Signage in a London Underground station recommending social distancing during the COVID-19 pandemic, March 2020
By now, we all know the drill: stay six feet apart, stay at home. Social distancing—or better, physical distancing (we can still stay close socially)—is a fact of life in social relationships in order to combat the coronavirus. It means allowing more space between people and sharing items less. People are complying with social-distancing measures not only out of a natural impulse to self-protect but also for altruistic motives aimed at protecting the vulnerable among us. Even people who, under normal circumstances, value their individual freedom more than safety or security are making an effort to adopt physical distancing. (For guidelines on how and why to do so, see the links below.)
Humans are not made for this, needless to say. So it is not surprising our societies are not organized in ways that make it easy to conduct life and work at (2–3) arms’ length. We are social creatures, to see each other face-to-face, to gather and associate. “Public health” may seem abstract, unless one works in the health care field or has a loved one suffering the effects of the pandemic. Physical distancing is especially hard on friends or family who are prevented from seeing each other because of visitation limits, such as at nursing homes.
Most people understand basically how infectious diseases spread and view the restrictions as reasonable, temporary limitations in response to a very contagious virus. We all hope the measures will save lives. But such physical distancing is unnatural and unsustainable in the longer term.
We are evolving ways to conduct our lives—working from home, remote/distance learning, Zoom calls, as well as new ways of greeting. Government-mandated social isolation is vital for now, but it alone won’t get us through this crisis. Not everyone is staying home: a veritable army of doctors, nurses, and other health care workers; truckers and delivery drivers, essential-business workers, farmers and first-responders, medical equipment makers, lab researchers, grocery store cashiers, and others are, of necessity, going out and getting things done.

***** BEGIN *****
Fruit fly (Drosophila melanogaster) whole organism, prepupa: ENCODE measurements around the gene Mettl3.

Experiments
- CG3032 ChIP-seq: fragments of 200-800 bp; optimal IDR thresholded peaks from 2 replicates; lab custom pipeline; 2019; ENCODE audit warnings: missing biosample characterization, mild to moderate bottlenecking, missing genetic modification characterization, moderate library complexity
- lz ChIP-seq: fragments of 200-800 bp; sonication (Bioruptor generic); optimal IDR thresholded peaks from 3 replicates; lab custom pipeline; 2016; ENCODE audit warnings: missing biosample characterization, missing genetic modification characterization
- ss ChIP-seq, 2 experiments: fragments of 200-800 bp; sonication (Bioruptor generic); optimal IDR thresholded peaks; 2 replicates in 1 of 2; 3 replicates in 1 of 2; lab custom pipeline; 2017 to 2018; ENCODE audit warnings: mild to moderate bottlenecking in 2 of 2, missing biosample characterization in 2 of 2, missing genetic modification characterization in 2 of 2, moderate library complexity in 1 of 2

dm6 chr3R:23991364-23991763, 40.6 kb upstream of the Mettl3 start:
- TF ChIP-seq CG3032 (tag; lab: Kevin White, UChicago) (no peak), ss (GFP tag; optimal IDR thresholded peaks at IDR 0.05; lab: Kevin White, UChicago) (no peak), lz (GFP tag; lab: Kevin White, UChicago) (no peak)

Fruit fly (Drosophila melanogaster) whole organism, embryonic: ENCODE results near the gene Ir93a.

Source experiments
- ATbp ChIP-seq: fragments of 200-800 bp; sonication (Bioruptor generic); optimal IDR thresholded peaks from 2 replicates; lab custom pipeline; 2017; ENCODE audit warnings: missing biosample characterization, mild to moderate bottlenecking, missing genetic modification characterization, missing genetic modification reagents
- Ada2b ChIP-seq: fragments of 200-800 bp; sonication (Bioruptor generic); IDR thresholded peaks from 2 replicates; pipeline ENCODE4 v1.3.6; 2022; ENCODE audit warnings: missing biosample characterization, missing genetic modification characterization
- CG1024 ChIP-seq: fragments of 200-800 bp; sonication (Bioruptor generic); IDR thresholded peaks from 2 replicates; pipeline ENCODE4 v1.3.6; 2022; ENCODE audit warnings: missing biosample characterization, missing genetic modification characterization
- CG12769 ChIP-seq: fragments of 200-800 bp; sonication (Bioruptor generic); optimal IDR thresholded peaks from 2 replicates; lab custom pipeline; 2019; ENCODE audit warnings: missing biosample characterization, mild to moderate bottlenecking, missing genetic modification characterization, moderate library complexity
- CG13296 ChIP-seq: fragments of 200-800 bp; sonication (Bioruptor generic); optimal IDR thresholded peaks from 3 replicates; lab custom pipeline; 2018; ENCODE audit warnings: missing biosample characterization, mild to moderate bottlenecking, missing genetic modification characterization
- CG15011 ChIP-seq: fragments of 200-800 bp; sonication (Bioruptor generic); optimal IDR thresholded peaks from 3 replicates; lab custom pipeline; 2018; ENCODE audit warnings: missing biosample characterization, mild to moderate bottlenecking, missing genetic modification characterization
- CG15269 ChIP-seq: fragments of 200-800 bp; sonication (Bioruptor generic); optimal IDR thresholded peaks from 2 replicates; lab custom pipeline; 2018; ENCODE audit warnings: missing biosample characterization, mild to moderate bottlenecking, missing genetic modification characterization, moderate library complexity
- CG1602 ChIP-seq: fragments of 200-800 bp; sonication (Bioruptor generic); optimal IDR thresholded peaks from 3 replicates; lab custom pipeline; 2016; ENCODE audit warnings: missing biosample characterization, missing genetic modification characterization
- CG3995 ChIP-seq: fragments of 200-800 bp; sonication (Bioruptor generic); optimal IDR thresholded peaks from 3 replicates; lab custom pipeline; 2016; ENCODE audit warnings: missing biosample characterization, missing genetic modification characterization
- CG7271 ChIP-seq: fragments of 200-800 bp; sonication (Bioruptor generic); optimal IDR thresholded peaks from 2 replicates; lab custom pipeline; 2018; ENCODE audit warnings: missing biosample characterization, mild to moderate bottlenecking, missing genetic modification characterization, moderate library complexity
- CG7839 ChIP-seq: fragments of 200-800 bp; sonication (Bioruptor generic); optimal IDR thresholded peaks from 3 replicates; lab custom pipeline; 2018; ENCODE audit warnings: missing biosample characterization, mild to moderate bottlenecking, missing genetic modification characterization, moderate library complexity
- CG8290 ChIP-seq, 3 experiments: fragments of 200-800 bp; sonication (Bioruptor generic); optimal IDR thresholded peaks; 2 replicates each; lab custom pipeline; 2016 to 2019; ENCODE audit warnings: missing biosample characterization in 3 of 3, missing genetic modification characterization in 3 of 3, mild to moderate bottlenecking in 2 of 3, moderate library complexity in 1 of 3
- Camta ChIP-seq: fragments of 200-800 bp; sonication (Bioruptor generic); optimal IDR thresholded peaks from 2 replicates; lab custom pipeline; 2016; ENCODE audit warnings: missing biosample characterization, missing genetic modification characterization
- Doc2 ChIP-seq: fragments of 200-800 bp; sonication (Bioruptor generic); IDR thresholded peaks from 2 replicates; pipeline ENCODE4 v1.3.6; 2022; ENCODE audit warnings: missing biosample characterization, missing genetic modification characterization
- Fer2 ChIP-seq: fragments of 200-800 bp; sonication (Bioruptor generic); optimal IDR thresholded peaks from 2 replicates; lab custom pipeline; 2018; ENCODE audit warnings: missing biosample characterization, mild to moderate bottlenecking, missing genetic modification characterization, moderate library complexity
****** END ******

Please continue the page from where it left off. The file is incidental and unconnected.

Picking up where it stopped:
Image credit: © Chris Aubrey/Alamy
- The Sociology of Surviving the Coronavirus
An exploration of how social distancing, a measure vital to combating the coronavirus, impacts individuals in their social realms.
(Source: The National Interest, March 16, 2020)
- Physical Distancing (Fact Sheet)
The basics of physical (social) distancing, from Canada’s public health agency; includes infographic.
(Source: Canada.ca, March 18, 2020)
- Public Health Recommendations for People in U.S. Communities Exposed to a Person with Known or Suspected COVID-19, other than Health Workers or other Critical Infrastructure Workers
The serious stuff: guidance from the CDC on how to navigate the present crisis in U.S. communities.
(Source: Centers for Disease Control and Prevention; updated March 30, 2020)
- The Dos and Don’ts of “Social Distancing”
An interview-based primer on the ins and outs of social distancing “aimed toward those who are symptom-free and not part of an at-risk group”—updated to reflect later guidance.
(Source: The Atlantic; March 12, updated March 19, 2020)
- Public Health Expert: Covid-19 and Social Distancing
Brief Q&A with a social epidemiologist on basics of social distancing as a public health measure (in both English and Spanish).
(Source: University of North Carolina–Greensboro, March 13, 2020)
- Self-Quarantine? Isolation? Social Distancing? What They Mean and When to Do Them
A concise explainer on the terminology and practices related to the efforts to mitigate the COVID-19 pandemic.
(Source: NPR, March 16, 2020)
- 27 Ways to Show Love to Others While Social Distancing
The popular medical website provides daily updates on the pandemic, but also helpful articles like this.
(Source: WebMD, April 3, 2020)
- Definition and Examples of Social Distance in Psychology
Not to be confused with social/physical distancing (in the public health sense)—social distance is already an established term in psychology.
(Source: ThoughtCo.com; updated July 3, 2019)